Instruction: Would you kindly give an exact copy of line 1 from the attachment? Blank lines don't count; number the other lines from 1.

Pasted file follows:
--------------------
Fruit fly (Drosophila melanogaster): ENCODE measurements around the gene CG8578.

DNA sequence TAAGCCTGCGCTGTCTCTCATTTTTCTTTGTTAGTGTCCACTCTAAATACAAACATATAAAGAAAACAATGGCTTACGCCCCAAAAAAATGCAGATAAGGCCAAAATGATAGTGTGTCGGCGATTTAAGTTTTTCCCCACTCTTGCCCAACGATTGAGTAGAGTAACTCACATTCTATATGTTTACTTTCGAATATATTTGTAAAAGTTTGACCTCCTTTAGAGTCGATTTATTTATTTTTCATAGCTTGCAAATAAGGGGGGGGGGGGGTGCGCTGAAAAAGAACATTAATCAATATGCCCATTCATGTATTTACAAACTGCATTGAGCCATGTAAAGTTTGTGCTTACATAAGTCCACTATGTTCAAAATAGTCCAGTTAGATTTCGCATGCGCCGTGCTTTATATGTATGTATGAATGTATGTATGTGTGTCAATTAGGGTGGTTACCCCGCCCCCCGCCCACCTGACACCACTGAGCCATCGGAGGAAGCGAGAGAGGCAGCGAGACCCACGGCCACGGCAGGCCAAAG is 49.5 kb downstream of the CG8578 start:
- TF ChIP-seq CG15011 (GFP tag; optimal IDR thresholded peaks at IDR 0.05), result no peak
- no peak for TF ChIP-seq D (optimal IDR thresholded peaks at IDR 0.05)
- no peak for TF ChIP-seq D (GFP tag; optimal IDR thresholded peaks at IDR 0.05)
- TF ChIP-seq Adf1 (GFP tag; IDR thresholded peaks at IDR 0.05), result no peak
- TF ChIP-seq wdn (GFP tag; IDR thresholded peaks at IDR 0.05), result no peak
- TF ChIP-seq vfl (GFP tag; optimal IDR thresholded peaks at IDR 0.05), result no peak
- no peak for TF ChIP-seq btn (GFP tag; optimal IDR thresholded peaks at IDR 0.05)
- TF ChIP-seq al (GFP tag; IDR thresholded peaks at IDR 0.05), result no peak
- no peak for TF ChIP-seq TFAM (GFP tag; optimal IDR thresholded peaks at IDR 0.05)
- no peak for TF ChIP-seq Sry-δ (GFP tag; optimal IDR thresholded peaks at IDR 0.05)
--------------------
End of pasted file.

Fruit fly (Drosophila melanogaster): ENCODE measurements around the gene CG8578.